CC BY-NC-ND 4.0 · International Journal of Recent Surgical and Medical Sciences 2018; 4(02): 043-046
DOI: 10.1055/s-0038-1676663
Review Article
Medical and Surgical Update Society

Hydroxyapatite Crystal Deposition Disease of the Shoulder: A Review of Cases and Literature

Reddy Ravikanth
1  Department of Radiology, Holy Family Hospital, Thodupuzha, India
,
Kanagasabai Kamalasekar
1  Department of Radiology, Holy Family Hospital, Thodupuzha, India
,
Manu Jacob Abraham
2  Department of Orthopedics, St. John's Medical College, Bangalore, India
,
Ashok Alapati
2  Department of Orthopedics, St. John's Medical College, Bangalore, India
› Author Affiliations
Funding None.
Further Information

Address for correspondence

Reddy Ravikanth, MD, DNB
Department of Radiology, Holy Family Hospital
Thodupuzha 685605
India   

Publication History

Publication Date:
22 January 2019 (online)

 

Abstract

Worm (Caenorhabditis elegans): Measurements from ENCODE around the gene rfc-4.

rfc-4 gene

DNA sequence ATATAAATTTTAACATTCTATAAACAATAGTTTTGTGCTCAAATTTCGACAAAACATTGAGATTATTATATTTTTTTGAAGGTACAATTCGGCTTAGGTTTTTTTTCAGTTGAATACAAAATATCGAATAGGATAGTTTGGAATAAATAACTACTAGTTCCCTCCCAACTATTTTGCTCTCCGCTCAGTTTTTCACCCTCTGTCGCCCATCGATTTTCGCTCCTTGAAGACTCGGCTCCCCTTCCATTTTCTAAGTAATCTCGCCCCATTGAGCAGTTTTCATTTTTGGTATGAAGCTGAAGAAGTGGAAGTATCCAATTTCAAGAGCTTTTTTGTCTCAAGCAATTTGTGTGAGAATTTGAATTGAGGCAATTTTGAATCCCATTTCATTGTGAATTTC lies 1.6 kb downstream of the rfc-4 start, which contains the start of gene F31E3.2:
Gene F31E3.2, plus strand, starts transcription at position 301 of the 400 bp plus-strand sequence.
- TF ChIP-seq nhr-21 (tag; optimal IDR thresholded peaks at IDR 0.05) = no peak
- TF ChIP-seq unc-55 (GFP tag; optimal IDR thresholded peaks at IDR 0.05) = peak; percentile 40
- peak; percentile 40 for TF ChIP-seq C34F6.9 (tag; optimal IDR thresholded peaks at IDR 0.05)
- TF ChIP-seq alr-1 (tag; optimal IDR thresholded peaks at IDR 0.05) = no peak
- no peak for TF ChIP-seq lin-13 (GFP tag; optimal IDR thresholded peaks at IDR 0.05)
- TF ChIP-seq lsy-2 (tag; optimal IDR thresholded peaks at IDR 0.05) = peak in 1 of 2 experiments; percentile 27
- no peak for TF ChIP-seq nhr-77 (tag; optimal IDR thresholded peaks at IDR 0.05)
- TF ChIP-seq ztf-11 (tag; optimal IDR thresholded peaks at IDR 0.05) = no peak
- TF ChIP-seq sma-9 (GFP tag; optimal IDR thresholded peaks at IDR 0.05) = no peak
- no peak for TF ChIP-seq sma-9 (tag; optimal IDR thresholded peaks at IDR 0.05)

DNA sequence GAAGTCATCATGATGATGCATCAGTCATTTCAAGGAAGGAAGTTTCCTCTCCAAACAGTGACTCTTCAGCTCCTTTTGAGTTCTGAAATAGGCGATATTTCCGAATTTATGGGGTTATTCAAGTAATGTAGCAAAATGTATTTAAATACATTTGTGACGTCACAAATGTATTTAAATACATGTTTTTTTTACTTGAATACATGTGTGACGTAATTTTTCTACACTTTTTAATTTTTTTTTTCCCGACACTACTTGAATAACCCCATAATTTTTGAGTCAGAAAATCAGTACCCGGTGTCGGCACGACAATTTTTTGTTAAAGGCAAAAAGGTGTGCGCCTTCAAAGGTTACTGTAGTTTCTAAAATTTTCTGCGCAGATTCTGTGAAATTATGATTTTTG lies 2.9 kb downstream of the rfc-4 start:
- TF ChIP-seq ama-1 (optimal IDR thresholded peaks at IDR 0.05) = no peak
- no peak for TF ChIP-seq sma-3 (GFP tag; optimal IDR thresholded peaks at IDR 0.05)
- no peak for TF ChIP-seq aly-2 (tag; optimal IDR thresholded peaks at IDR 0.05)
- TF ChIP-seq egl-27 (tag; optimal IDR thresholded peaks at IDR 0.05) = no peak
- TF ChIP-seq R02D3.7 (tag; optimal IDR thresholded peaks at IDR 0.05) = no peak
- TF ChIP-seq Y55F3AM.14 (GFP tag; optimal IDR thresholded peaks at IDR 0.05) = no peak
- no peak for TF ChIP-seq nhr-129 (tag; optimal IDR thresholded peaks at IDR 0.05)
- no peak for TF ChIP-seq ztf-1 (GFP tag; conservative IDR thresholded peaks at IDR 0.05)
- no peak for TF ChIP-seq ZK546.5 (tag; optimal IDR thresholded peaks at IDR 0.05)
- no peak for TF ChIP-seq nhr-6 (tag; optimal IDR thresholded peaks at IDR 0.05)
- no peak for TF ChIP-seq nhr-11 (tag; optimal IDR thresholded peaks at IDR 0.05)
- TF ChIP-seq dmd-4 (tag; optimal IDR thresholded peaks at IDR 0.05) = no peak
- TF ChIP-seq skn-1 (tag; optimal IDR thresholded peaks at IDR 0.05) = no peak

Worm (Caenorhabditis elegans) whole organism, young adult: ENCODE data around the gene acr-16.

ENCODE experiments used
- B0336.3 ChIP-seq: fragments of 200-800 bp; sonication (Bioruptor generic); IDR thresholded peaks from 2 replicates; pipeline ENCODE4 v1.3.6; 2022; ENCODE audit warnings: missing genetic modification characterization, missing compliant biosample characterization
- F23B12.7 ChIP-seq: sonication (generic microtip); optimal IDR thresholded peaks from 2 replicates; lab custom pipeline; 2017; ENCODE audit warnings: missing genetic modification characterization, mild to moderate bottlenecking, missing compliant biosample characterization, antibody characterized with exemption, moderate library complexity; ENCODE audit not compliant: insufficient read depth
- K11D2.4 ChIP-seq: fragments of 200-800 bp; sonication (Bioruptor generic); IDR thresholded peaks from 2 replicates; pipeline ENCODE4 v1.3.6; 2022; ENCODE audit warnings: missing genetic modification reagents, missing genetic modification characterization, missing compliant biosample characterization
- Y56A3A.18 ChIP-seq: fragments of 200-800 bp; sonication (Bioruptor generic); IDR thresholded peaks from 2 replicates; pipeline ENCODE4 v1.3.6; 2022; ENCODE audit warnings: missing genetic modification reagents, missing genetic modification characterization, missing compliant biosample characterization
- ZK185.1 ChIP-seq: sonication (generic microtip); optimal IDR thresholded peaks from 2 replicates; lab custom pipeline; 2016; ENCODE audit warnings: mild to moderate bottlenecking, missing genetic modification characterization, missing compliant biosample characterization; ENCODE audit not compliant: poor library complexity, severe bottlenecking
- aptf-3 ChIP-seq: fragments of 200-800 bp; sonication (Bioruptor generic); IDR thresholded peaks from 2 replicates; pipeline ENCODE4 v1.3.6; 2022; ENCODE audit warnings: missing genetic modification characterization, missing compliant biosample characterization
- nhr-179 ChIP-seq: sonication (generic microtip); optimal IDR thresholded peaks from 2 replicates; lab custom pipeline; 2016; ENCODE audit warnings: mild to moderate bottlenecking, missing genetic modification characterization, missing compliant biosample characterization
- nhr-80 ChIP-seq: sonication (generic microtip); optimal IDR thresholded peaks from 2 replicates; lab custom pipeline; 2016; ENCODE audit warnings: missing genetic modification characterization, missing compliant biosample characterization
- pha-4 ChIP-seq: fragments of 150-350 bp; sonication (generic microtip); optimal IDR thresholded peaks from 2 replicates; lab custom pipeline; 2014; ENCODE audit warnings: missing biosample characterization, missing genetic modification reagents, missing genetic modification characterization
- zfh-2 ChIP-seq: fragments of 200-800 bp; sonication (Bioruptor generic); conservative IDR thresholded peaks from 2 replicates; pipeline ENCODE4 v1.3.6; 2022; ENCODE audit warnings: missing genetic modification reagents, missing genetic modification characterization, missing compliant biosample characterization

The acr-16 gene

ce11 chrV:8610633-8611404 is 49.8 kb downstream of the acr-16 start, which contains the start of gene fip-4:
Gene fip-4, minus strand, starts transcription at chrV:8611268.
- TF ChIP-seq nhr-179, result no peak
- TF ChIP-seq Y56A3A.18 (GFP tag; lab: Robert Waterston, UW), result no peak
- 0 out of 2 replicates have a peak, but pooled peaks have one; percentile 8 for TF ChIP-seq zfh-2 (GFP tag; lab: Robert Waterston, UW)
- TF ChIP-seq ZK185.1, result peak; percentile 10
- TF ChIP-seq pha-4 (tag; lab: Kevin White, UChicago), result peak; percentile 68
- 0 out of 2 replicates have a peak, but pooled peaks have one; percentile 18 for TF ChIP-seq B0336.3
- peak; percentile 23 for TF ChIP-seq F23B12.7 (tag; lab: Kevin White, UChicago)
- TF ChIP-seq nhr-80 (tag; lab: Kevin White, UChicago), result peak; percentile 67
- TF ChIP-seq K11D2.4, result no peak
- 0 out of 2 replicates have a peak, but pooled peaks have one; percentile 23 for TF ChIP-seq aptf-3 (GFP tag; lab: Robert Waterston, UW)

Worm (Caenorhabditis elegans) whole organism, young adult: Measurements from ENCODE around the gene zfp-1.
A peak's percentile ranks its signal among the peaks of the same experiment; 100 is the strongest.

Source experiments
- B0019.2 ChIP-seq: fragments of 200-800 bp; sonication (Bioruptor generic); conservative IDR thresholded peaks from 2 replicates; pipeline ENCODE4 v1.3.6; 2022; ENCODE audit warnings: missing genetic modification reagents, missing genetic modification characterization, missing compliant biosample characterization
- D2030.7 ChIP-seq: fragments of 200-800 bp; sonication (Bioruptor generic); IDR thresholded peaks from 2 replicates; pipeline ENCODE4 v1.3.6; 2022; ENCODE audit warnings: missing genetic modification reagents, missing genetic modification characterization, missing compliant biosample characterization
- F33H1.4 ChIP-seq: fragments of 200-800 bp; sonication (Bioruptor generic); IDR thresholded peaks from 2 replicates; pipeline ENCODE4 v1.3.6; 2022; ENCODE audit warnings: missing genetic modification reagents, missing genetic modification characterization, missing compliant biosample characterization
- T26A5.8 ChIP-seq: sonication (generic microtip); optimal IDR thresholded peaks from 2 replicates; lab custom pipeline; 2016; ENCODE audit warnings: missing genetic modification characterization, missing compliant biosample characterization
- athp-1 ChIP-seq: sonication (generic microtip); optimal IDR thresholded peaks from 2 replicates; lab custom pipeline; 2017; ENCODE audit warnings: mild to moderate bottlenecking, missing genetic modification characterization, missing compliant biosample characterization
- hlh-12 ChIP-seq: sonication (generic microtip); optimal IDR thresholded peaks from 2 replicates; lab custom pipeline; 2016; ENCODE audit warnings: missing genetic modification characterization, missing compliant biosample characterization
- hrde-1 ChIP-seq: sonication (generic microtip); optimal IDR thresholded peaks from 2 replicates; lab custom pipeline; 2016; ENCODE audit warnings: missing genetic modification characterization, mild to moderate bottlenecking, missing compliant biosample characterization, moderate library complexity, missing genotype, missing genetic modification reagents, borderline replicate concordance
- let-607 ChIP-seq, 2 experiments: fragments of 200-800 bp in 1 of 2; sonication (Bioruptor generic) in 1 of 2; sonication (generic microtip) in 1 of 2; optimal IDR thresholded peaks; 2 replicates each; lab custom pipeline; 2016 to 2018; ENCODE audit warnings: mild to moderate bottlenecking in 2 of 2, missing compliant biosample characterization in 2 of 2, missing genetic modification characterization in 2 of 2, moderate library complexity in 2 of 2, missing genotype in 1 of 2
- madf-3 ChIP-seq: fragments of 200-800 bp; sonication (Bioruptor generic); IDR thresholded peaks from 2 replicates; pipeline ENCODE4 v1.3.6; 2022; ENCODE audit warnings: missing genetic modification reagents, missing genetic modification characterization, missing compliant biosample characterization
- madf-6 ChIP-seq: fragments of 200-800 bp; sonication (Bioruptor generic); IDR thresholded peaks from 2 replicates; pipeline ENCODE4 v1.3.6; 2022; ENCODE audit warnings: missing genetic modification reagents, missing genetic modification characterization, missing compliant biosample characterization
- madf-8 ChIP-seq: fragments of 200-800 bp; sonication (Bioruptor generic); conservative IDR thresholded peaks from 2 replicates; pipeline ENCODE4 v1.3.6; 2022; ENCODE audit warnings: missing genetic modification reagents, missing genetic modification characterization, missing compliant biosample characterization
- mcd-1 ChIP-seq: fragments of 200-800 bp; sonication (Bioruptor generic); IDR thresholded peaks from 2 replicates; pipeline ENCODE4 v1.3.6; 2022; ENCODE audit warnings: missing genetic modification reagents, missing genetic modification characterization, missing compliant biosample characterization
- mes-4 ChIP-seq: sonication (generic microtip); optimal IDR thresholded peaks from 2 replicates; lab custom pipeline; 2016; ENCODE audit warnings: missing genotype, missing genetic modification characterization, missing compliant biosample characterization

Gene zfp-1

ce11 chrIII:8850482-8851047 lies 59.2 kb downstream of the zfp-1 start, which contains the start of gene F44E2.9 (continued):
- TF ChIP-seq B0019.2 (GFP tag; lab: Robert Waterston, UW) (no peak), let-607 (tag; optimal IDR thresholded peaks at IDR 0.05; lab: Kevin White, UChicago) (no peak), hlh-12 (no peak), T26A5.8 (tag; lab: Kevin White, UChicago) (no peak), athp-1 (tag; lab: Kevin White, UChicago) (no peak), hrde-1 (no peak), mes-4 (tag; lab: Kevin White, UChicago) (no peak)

Hydroxyapatite crystal deposition diseases (HADDs) are characterized by deposition of insoluble crystals within the joints and periarticular soft tissues, initiating inflammatory destructive reaction. Calcium hydroxyapatite (CHA) is the most common type of calcium in human bone and is also the most common pathologic calcification found in the body. There are three phases of the disease: silent, mechanical, and adhesive phases. The shoulder is the most common site of HADD. CHA crystals are non-birefringent in polarized light. Radiographic characteristics include homogenous, amorphous densities without trabeculations that are variable in size, ovoid, triangular, or linear. The first imaging modalities to identify calcific tendinitis (CT) were X-ray and ultrasound, as calcium deposits are readily identifiable on both. Treatment is chiefly conservative, including nonsteroidal anti-inflammatory drugs (NSAIDs), local heat application, and physiotherapy. Local corticosteroid injections may also be of benefit. When intra-articular, CHA crystals can cause joint destruction such as “ Milwaukee shoulder.” In the acute symptomatic phase of HADD, called acute calcific periarthritis, soft tissue and osseous edema can be present and needs to be differentiated from infection, tumor, and trauma.